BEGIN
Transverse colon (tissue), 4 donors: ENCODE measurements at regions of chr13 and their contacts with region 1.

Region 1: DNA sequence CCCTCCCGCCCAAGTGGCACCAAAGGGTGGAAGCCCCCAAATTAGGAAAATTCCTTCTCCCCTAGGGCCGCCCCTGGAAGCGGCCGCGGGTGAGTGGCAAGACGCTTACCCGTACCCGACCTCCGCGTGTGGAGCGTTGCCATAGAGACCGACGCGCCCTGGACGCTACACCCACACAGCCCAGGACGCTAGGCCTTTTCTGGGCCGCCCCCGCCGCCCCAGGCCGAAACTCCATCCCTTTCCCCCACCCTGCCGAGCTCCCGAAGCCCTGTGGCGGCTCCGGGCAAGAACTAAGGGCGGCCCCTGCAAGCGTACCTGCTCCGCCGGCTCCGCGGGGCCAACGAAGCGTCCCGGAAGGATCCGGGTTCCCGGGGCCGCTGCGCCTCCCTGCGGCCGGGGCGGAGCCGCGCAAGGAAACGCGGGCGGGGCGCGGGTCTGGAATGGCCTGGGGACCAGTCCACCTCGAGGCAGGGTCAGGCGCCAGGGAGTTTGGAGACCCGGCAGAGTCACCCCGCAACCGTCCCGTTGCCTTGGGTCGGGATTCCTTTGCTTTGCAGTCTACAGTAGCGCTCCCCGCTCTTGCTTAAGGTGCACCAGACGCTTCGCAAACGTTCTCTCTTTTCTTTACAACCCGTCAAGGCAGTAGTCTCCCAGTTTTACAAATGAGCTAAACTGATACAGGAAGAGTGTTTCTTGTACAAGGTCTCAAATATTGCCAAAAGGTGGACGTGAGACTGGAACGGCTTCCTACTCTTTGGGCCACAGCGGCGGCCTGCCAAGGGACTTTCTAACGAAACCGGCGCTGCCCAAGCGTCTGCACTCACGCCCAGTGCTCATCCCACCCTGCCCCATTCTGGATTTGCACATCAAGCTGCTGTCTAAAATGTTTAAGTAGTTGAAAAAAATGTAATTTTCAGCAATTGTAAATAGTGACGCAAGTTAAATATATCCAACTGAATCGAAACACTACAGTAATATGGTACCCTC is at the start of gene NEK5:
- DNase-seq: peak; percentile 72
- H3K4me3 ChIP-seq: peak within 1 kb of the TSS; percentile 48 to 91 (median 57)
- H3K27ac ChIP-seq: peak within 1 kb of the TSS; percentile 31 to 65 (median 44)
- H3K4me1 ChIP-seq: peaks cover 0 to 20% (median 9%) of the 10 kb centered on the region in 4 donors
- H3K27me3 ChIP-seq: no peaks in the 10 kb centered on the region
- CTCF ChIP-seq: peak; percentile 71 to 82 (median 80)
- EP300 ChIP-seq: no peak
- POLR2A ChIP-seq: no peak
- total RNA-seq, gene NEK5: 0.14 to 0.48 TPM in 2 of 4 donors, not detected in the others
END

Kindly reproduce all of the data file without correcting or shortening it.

Transverse colon (tissue), 4 donors: ENCODE measurements at regions of chr13 and their contacts with region 1.

Region 1: DNA sequence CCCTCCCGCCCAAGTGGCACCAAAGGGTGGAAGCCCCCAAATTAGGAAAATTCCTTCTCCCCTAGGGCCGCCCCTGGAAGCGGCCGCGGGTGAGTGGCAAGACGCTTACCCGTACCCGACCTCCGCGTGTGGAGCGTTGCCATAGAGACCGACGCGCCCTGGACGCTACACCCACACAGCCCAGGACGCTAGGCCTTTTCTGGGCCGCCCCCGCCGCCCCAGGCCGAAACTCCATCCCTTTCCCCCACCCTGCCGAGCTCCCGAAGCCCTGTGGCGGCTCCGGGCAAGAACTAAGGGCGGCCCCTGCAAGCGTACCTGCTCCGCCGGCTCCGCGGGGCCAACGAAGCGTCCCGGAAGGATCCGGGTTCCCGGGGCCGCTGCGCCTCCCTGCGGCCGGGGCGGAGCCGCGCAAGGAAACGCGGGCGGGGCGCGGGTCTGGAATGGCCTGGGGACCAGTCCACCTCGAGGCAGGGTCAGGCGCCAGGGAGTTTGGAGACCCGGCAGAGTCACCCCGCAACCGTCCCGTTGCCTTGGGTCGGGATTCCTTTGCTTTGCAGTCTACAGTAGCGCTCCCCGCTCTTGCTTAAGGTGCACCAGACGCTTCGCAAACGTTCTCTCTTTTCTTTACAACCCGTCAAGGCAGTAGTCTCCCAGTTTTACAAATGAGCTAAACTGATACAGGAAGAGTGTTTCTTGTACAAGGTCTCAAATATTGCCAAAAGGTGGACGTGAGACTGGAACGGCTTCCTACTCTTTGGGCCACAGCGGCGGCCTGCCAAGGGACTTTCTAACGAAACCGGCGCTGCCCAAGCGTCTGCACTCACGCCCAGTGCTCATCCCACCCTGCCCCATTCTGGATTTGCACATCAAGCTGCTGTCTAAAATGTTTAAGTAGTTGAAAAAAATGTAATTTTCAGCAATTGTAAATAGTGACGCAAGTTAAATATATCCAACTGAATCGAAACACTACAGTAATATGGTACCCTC is at the start of gene NEK5:
- DNase-seq: peak; percentile 72
- H3K4me3 ChIP-seq: peak within 1 kb of the TSS; percentile 48 to 91 (median 57)
- H3K27ac ChIP-seq: peak within 1 kb of the TSS; percentile 31 to 65 (median 44)
- H3K4me1 ChIP-seq: peaks cover 0 to 20% (median 9%) of the 10 kb centered on the region in 4 donors
- H3K27me3 ChIP-seq: no peaks in the 10 kb centered on the region
- CTCF ChIP-seq: peak; percentile 71 to 82 (median 80)
- EP300 ChIP-seq: no peak
- POLR2A ChIP-seq: no peak
- total RNA-seq, gene NEK5: 0.14 to 0.48 TPM in 2 of 4 donors, not detected in the others